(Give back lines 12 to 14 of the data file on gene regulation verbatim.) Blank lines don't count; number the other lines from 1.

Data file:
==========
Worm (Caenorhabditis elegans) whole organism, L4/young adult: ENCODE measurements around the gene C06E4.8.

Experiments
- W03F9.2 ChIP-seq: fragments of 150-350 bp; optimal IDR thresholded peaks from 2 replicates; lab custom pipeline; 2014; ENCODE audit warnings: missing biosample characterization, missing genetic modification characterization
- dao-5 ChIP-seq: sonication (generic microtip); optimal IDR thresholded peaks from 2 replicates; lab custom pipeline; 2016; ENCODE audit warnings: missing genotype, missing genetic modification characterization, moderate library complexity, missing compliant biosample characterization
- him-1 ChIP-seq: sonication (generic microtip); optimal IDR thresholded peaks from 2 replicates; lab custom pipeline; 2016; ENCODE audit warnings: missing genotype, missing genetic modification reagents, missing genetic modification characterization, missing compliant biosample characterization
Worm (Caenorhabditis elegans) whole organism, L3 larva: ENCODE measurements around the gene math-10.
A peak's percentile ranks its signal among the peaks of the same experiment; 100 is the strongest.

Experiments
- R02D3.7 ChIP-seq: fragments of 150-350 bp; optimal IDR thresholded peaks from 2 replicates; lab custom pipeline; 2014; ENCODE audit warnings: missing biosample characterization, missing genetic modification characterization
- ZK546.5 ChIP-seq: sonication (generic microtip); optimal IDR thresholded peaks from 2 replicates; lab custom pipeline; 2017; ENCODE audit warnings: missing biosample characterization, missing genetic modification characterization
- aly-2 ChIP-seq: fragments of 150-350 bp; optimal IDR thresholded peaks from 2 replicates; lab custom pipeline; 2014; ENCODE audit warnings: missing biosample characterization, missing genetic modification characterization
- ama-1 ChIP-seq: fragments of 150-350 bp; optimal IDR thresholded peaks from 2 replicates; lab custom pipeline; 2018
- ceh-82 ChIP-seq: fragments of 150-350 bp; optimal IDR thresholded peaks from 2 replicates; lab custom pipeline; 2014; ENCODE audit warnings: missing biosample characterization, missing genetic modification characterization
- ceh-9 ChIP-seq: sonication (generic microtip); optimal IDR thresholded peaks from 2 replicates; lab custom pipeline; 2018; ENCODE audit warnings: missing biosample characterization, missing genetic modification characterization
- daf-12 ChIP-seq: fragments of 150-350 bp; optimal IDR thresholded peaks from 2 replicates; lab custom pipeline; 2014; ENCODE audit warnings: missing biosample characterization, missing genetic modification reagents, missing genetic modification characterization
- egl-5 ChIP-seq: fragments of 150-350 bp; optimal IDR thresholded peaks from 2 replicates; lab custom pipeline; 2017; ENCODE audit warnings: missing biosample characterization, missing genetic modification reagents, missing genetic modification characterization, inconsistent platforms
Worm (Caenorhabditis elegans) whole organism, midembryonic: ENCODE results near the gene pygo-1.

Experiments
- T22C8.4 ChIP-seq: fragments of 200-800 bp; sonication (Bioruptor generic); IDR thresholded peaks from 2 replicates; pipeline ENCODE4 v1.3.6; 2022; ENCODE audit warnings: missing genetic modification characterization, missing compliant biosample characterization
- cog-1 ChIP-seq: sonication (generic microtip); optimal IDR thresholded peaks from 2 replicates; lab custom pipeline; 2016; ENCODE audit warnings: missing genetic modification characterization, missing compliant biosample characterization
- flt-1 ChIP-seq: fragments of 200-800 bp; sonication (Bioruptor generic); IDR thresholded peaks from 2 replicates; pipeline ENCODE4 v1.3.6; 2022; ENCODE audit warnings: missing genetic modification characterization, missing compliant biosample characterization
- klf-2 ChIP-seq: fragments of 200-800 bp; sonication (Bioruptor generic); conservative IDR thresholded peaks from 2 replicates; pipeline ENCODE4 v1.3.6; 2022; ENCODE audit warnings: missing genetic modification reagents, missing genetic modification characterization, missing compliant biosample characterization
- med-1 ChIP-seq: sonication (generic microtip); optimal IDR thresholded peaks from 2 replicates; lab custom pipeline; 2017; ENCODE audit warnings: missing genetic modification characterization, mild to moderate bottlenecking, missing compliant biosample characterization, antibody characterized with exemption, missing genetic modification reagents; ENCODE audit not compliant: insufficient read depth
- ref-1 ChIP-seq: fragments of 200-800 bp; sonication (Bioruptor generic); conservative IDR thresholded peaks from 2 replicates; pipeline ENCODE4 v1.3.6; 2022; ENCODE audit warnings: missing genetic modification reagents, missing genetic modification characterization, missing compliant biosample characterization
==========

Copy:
- ama-1 ChIP-seq: fragments of 150-350 bp; optimal IDR thresholded peaks from 2 replicates; lab custom pipeline; 2018
- ceh-82 ChIP-seq: fragments of 150-350 bp; optimal IDR thresholded peaks from 2 replicates; lab custom pipeline; 2014; ENCODE audit warnings: missing biosample characterization, missing genetic modification characterization
- ceh-9 ChIP-seq: sonication (generic microtip); optimal IDR thresholded peaks from 2 replicates; lab custom pipeline; 2018; ENCODE audit warnings: missing biosample characterization, missing genetic modification characterization